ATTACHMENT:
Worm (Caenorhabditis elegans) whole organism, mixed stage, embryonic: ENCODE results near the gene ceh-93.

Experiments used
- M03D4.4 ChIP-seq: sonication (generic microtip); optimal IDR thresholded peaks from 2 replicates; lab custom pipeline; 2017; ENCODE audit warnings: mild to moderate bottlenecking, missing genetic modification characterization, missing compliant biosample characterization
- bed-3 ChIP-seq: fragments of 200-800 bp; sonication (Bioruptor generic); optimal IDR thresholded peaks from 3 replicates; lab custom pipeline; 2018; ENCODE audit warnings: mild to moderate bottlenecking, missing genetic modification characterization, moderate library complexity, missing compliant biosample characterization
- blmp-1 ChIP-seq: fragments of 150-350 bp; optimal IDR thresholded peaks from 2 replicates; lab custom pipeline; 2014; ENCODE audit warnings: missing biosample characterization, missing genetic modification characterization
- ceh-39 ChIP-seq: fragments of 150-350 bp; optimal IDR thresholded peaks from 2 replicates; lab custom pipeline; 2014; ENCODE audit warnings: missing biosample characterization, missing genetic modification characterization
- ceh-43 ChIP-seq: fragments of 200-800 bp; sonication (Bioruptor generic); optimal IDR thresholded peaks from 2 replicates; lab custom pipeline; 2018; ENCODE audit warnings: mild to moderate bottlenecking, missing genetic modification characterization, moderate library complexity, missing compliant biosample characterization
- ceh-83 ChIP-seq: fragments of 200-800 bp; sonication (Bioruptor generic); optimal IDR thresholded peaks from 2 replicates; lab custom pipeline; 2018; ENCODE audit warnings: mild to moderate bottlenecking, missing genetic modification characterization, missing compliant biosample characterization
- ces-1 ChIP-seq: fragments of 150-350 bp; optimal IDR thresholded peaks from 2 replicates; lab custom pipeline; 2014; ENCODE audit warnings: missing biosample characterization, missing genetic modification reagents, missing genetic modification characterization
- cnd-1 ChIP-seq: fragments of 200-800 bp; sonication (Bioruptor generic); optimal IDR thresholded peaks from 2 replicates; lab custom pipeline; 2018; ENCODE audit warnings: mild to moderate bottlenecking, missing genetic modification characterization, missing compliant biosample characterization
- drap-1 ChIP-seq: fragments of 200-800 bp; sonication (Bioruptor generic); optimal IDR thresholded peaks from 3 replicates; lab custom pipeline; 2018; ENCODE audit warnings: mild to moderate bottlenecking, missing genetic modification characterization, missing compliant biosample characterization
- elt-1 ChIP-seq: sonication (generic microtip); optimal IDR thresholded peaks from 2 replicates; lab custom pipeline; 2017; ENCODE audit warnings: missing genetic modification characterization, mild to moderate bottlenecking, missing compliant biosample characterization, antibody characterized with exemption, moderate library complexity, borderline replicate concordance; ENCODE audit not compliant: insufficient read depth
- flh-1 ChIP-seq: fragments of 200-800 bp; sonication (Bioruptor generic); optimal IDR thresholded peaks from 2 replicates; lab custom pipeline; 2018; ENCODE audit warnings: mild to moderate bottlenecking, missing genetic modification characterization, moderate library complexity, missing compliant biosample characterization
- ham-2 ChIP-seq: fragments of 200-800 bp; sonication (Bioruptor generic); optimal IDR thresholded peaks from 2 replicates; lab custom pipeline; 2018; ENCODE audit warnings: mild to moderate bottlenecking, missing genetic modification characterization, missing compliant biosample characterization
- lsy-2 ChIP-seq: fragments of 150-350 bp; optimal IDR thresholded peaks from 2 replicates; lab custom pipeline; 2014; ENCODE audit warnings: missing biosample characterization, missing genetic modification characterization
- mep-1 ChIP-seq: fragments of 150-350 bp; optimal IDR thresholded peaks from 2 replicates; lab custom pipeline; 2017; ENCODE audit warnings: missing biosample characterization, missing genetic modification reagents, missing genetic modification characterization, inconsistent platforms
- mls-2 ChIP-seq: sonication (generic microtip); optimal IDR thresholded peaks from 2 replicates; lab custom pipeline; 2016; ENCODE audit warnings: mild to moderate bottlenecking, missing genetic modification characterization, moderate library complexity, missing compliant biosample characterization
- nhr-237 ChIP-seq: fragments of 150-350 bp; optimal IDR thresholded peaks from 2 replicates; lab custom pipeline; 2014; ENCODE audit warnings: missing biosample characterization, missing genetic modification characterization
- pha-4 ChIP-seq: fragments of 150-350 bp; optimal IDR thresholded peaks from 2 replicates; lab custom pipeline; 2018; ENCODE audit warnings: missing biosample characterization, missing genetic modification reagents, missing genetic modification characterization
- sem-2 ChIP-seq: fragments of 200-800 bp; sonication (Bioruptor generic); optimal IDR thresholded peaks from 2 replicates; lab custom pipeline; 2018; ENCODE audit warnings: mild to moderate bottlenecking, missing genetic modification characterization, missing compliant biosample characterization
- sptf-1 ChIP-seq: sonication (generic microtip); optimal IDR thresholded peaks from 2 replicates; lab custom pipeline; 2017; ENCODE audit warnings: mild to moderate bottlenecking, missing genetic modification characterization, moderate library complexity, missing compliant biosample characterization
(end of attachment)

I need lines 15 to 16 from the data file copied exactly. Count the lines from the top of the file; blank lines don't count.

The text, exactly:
- lsy-2 ChIP-seq: fragments of 150-350 bp; optimal IDR thresholded peaks from 2 replicates; lab custom pipeline; 2014; ENCODE audit warnings: missing biosample characterization, missing genetic modification characterization
- mep-1 ChIP-seq: fragments of 150-350 bp; optimal IDR thresholded peaks from 2 replicates; lab custom pipeline; 2017; ENCODE audit warnings: missing biosample characterization, missing genetic modification reagents, missing genetic modification characterization, inconsistent platforms